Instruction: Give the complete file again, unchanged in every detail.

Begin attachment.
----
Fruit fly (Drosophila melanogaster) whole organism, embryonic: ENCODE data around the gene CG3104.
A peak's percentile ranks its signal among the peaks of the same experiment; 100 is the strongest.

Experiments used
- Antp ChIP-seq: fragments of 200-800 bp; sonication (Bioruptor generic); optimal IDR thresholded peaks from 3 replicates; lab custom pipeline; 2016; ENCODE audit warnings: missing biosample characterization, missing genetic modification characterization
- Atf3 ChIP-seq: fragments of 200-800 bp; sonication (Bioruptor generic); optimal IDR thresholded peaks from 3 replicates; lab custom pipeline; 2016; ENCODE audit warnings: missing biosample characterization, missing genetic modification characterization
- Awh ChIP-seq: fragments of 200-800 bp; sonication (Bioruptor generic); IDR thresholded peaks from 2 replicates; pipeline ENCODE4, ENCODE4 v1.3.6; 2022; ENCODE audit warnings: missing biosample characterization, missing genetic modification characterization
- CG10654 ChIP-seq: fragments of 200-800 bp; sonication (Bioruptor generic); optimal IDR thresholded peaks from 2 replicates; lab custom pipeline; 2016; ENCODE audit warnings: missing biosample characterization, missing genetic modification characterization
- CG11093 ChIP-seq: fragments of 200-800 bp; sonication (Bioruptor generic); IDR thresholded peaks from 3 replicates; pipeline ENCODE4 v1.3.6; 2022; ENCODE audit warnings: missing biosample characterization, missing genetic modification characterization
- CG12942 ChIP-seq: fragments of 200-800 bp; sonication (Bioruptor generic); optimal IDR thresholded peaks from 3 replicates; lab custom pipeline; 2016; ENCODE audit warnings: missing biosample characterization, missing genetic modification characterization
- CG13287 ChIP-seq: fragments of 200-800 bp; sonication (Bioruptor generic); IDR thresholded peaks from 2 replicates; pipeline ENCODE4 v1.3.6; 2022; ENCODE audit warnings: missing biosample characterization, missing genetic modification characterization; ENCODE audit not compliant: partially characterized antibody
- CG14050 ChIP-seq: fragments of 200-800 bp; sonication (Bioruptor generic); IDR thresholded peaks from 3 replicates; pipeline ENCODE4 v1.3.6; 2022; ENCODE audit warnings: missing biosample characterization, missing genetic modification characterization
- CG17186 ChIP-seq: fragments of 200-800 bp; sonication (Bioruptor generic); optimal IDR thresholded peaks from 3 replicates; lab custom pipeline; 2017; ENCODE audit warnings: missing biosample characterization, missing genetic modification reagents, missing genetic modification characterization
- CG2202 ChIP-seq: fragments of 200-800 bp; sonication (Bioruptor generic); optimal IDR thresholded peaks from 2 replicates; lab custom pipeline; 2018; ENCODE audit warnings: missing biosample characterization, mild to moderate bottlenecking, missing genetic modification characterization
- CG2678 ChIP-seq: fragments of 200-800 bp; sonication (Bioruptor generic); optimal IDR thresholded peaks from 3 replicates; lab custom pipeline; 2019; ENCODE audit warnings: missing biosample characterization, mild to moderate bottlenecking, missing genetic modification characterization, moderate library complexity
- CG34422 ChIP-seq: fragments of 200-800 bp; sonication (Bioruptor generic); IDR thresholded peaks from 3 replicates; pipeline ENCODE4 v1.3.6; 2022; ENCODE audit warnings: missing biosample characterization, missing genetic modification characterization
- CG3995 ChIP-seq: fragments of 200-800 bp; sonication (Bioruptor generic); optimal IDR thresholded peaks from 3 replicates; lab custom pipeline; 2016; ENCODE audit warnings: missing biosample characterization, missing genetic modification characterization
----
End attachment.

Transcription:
Fruit fly (Drosophila melanogaster) whole organism, embryonic: ENCODE data around the gene CG3104.
A peak's percentile ranks its signal among the peaks of the same experiment; 100 is the strongest.

Experiments used
- Antp ChIP-seq: fragments of 200-800 bp; sonication (Bioruptor generic); optimal IDR thresholded peaks from 3 replicates; lab custom pipeline; 2016; ENCODE audit warnings: missing biosample characterization, missing genetic modification characterization
- Atf3 ChIP-seq: fragments of 200-800 bp; sonication (Bioruptor generic); optimal IDR thresholded peaks from 3 replicates; lab custom pipeline; 2016; ENCODE audit warnings: missing biosample characterization, missing genetic modification characterization
- Awh ChIP-seq: fragments of 200-800 bp; sonication (Bioruptor generic); IDR thresholded peaks from 2 replicates; pipeline ENCODE4, ENCODE4 v1.3.6; 2022; ENCODE audit warnings: missing biosample characterization, missing genetic modification characterization
- CG10654 ChIP-seq: fragments of 200-800 bp; sonication (Bioruptor generic); optimal IDR thresholded peaks from 2 replicates; lab custom pipeline; 2016; ENCODE audit warnings: missing biosample characterization, missing genetic modification characterization
- CG11093 ChIP-seq: fragments of 200-800 bp; sonication (Bioruptor generic); IDR thresholded peaks from 3 replicates; pipeline ENCODE4 v1.3.6; 2022; ENCODE audit warnings: missing biosample characterization, missing genetic modification characterization
- CG12942 ChIP-seq: fragments of 200-800 bp; sonication (Bioruptor generic); optimal IDR thresholded peaks from 3 replicates; lab custom pipeline; 2016; ENCODE audit warnings: missing biosample characterization, missing genetic modification characterization
- CG13287 ChIP-seq: fragments of 200-800 bp; sonication (Bioruptor generic); IDR thresholded peaks from 2 replicates; pipeline ENCODE4 v1.3.6; 2022; ENCODE audit warnings: missing biosample characterization, missing genetic modification characterization; ENCODE audit not compliant: partially characterized antibody
- CG14050 ChIP-seq: fragments of 200-800 bp; sonication (Bioruptor generic); IDR thresholded peaks from 3 replicates; pipeline ENCODE4 v1.3.6; 2022; ENCODE audit warnings: missing biosample characterization, missing genetic modification characterization
- CG17186 ChIP-seq: fragments of 200-800 bp; sonication (Bioruptor generic); optimal IDR thresholded peaks from 3 replicates; lab custom pipeline; 2017; ENCODE audit warnings: missing biosample characterization, missing genetic modification reagents, missing genetic modification characterization
- CG2202 ChIP-seq: fragments of 200-800 bp; sonication (Bioruptor generic); optimal IDR thresholded peaks from 2 replicates; lab custom pipeline; 2018; ENCODE audit warnings: missing biosample characterization, mild to moderate bottlenecking, missing genetic modification characterization
- CG2678 ChIP-seq: fragments of 200-800 bp; sonication (Bioruptor generic); optimal IDR thresholded peaks from 3 replicates; lab custom pipeline; 2019; ENCODE audit warnings: missing biosample characterization, mild to moderate bottlenecking, missing genetic modification characterization, moderate library complexity
- CG34422 ChIP-seq: fragments of 200-800 bp; sonication (Bioruptor generic); IDR thresholded peaks from 3 replicates; pipeline ENCODE4 v1.3.6; 2022; ENCODE audit warnings: missing biosample characterization, missing genetic modification characterization
- CG3995 ChIP-seq: fragments of 200-800 bp; sonication (Bioruptor generic); optimal IDR thresholded peaks from 3 replicates; lab custom pipeline; 2016; ENCODE audit warnings: missing biosample characterization, missing genetic modification characterization